When we got weighed (finally) we were 500 lbs over. We only travel in this rig twice a year now, 1,600 miles total. And we are constantly getting rid of unused belongings. It’s amazing how much stuff weights add up. Still, it’s kind of liberating.

    We had a 2003 Ford dually with the same problem. We bought it “used” with 15,000 miles on it, so no new buyer warranty. It was beautiful. It eventually cost us an additional $18,000. We feel your pain.

    It is amazing how much effort goes into downsizing decisions and how hind-sight results in so many forehead slaps.

  4. Mary McLaughlin
    January 2, 2016 / 7:50 pm

    We installed solar in our 300 sf home (RV.) This was ten years ago, prices have gone down considerable since then. At this time the only additional cost has been $400 to replace the six volt batteries, which lived almost to the day as long as they said they would. We stayed totally solar power independent in the winter in AZ for nine years. We plug in at our property in the summer in ID because I totally love my washer and dryer in the shed and well, because we can.

    Solar is fantastic.

  5. Mary McLaughlin
    January 2, 2016 / 7:31 pm

    Mike and I have been living small as full time RVers since Dec. 13, 2005. My sister is very interested in tiny houses and has lured me in, as a somewhat expert less is more observer.

    Our home is 300 sf, 13,933 lb. GVWR, 33’3′ from the pin which has a 2,195 lbs. dry pin weight. These numbers are very important to me, as I spent many days researching tow vehicles that could handle the house. (I was a reference librarian in our previous life, no query too small or large.) Our tow vehicle is a F350 4×4 crew cab, long bed with a GCVW of 23,000. In hind-site, a F250 2×4 short bed with the same GCVW would have given us considerable more pulling capacity as it is a lighter vehicle.

    The question I have about tiny houses is how the weight is reduced to allow safe pulling. Mike has been in home construction for decades and we built our last stick house ourselves, so we’re both aware of the weight involved in building a house, large or small. I love the organic look of tiny houses; our home is cozy inside (remodels and decorating) but does lack the outside esthetics of a cottage.

    So, how do you do it? I know a RV is not considered a tiny house and while I disagree, I very much respect that view for others.

    Btw, I love love love living small. We take the house to the Colorado River in AZ in the winter and back to our rural property in ID for the summer. Someday we may get too old to drive between the lines and end up in a stick house again, but it will be very, very small. One could say tiny:)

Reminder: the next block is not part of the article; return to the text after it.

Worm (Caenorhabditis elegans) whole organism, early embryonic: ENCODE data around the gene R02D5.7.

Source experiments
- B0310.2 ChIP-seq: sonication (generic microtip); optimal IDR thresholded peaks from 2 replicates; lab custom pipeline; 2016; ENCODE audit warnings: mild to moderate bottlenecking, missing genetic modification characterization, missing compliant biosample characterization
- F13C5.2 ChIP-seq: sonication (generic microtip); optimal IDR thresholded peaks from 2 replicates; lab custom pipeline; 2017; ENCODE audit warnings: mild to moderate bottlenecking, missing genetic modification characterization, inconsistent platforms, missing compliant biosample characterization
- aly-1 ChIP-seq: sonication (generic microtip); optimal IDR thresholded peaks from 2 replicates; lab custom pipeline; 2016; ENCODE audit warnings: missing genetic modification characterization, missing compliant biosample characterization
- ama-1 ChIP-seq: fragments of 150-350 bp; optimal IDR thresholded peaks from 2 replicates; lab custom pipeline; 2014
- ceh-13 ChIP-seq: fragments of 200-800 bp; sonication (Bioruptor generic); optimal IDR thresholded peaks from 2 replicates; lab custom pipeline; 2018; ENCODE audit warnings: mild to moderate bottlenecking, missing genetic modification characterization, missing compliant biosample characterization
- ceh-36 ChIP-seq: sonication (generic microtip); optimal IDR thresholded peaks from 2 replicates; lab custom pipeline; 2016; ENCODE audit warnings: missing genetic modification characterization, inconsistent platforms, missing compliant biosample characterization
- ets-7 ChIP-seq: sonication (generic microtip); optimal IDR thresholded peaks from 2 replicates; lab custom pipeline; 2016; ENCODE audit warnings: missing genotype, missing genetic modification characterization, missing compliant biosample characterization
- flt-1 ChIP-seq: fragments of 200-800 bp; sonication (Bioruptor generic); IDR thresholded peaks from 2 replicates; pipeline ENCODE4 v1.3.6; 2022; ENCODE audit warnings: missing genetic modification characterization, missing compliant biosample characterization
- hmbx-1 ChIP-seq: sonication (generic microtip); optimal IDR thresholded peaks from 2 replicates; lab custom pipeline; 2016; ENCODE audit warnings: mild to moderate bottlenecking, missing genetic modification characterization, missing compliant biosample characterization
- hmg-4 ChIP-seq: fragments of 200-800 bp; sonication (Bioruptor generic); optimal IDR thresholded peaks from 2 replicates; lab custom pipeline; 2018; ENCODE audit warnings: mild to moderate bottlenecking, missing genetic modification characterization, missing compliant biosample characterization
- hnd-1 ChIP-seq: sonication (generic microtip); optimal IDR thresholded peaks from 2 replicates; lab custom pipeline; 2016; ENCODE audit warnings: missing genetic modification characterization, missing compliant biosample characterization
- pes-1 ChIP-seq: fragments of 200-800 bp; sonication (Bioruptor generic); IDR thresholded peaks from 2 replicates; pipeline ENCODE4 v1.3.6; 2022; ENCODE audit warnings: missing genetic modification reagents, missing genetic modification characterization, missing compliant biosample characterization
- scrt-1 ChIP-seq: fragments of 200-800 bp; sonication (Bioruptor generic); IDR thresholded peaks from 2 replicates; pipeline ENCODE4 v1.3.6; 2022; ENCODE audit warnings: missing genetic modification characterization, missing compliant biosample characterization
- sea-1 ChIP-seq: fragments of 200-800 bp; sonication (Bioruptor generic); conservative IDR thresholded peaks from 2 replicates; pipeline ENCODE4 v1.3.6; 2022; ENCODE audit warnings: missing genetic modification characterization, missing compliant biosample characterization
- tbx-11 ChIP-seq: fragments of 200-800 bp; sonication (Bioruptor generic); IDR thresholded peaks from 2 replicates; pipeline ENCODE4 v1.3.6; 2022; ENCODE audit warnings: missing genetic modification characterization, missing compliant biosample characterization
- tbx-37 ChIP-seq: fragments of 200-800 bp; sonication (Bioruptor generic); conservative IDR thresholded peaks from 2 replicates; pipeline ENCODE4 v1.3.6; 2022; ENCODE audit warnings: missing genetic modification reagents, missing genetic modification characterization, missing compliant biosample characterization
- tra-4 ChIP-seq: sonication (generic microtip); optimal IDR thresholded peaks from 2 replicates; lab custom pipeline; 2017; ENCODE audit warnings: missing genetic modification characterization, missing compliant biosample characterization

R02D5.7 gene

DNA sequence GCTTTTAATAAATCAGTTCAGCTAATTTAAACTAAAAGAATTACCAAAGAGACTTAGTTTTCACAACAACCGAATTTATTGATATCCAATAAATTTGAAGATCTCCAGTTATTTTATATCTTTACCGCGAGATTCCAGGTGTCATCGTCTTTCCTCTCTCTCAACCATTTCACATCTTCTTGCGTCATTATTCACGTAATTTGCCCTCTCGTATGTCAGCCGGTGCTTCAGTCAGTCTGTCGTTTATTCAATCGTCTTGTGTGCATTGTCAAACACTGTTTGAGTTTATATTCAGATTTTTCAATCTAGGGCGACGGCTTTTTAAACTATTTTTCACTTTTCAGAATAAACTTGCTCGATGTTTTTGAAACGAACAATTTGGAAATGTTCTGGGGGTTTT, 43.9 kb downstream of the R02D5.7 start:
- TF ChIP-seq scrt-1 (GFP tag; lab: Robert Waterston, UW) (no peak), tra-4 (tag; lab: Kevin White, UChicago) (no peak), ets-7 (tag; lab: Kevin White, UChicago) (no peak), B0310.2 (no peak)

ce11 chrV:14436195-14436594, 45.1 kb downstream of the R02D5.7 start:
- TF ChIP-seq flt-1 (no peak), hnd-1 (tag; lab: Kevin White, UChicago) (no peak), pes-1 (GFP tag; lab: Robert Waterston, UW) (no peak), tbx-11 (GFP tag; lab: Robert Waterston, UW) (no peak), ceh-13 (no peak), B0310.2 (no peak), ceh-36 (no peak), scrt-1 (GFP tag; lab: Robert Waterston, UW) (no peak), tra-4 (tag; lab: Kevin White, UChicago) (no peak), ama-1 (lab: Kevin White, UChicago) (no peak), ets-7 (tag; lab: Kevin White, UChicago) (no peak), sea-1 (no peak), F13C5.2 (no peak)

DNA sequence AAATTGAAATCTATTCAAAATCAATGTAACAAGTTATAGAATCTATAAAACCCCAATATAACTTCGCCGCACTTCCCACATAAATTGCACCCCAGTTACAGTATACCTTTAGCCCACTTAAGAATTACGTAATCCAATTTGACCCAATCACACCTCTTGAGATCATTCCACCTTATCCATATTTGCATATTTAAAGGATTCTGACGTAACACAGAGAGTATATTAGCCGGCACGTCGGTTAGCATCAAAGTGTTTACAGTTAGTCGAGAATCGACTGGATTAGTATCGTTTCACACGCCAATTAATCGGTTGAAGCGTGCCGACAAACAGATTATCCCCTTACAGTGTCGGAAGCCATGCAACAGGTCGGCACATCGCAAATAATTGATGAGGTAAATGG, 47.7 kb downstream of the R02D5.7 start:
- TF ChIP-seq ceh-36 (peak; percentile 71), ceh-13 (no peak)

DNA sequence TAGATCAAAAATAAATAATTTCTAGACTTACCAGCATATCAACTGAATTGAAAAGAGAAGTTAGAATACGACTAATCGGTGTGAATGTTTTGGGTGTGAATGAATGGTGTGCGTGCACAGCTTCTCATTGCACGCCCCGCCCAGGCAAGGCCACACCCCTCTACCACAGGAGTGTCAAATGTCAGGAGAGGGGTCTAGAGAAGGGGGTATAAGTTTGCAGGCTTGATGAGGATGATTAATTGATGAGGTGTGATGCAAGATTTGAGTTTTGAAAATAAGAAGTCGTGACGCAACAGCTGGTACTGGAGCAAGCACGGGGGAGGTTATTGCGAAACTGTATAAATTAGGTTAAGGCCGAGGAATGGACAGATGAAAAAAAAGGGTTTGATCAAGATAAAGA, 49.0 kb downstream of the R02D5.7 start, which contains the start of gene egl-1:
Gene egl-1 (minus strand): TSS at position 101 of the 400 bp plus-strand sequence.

• January 3, 2016 / 11:24 am

      Well, a wood framed house will inherently be much much heavier than a travel trailer as you already know. Usually almost twice the weight. I don’t always recommend people to build/buy a tiny house if their one and only intention is to travel with it on a sporadic basis, it has to be a lifestyle commitment as well.
      Our house is 125sqft on the floor and weighs 10,160lbs fully loaded with about 1,500lbs on the tongue. We tow it with a 2006 6.0 Ford F250 crewcab long bed 4×4. It’s rated to tow up to 12,500lbs. The house is not aerodynamic so it’s that much more challenging for the truck. And the truck we got (actually, the engine that Ford design for that truck) is a POS and cost us quite a bit during our travels. A lighter truck with the same engine could tow more, yes, but you’d also have a lighter truck trying to stop the weight behind (even if the trailer has brakes). A longer wheelbase also helps with towing (at least for tow-behind trailers).

  6. TinyHouseInCanada
    December 29, 2015 / 12:24 pm

    Hi Jenna! My fiancé and I are moving to California permanently from Canada and were wondering if you know of a good resource where we could find information on restrictions when it comes to bringing our tiny home (that we have yet to build) across the border. Any suggestions? Love your blog!

    • December 29, 2015 / 1:00 pm

      Honestly you should read our posts about crossing the border. Here, here and here.
      You’d have to do research on having the right paperwork to take your rig into the USA. We are USA citizens that were traveling through Canada with our (selfbuilt) camper. It would be way different for a Canadian wanting to move permanently into the USA and I’m not sure we can really give you much info.
      Good luck